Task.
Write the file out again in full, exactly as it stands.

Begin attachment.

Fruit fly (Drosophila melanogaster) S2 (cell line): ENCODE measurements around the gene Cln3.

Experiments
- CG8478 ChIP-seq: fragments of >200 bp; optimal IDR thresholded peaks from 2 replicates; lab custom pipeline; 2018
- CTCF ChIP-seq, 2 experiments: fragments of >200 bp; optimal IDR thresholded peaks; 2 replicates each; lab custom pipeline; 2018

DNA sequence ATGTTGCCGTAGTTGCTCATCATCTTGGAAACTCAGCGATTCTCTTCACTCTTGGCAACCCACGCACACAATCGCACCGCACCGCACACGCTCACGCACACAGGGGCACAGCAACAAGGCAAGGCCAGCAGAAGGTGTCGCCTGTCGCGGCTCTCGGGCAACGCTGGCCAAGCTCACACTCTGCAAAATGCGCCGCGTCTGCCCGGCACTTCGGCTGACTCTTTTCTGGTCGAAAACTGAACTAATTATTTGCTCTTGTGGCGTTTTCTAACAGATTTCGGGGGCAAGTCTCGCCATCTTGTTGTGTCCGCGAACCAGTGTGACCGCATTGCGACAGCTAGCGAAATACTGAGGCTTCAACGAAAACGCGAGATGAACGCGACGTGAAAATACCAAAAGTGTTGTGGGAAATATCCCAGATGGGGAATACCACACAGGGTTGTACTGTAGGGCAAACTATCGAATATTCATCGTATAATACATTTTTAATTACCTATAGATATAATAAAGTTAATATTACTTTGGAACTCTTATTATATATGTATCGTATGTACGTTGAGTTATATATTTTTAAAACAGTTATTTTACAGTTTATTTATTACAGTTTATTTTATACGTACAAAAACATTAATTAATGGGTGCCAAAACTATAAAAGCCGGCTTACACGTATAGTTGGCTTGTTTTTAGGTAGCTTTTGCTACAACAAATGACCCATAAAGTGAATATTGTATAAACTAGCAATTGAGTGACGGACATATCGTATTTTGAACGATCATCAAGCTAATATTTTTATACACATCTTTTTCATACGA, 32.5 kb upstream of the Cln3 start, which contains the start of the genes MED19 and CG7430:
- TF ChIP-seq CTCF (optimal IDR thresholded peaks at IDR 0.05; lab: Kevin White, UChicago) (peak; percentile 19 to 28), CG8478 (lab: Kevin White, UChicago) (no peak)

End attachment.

Fruit fly (Drosophila melanogaster) S2 (cell line): ENCODE measurements around the gene Cln3.

Experiments
- CG8478 ChIP-seq: fragments of >200 bp; optimal IDR thresholded peaks from 2 replicates; lab custom pipeline; 2018
- CTCF ChIP-seq, 2 experiments: fragments of >200 bp; optimal IDR thresholded peaks; 2 replicates each; lab custom pipeline; 2018

DNA sequence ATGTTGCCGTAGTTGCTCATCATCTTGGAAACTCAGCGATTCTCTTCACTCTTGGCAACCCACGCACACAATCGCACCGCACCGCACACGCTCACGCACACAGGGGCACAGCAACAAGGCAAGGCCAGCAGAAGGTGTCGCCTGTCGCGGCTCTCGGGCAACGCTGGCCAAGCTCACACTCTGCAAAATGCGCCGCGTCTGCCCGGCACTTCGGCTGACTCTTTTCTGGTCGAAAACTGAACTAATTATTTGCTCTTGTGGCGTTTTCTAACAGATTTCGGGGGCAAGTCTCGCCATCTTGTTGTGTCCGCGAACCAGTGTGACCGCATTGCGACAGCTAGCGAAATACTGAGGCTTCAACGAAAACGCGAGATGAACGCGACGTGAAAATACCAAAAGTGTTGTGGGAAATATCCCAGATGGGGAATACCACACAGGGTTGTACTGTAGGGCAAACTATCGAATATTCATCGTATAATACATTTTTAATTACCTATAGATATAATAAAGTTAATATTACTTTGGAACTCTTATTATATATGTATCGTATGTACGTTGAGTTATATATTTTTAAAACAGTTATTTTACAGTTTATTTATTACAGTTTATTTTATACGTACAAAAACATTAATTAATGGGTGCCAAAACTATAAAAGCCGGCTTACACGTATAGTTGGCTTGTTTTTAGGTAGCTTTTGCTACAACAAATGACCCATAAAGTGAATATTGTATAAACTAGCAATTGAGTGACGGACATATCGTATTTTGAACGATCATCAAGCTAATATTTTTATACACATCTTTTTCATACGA, 32.5 kb upstream of the Cln3 start, which contains the start of the genes MED19 and CG7430:
- TF ChIP-seq CTCF (optimal IDR thresholded peaks at IDR 0.05; lab: Kevin White, UChicago) (peak; percentile 19 to 28), CG8478 (lab: Kevin White, UChicago) (no peak)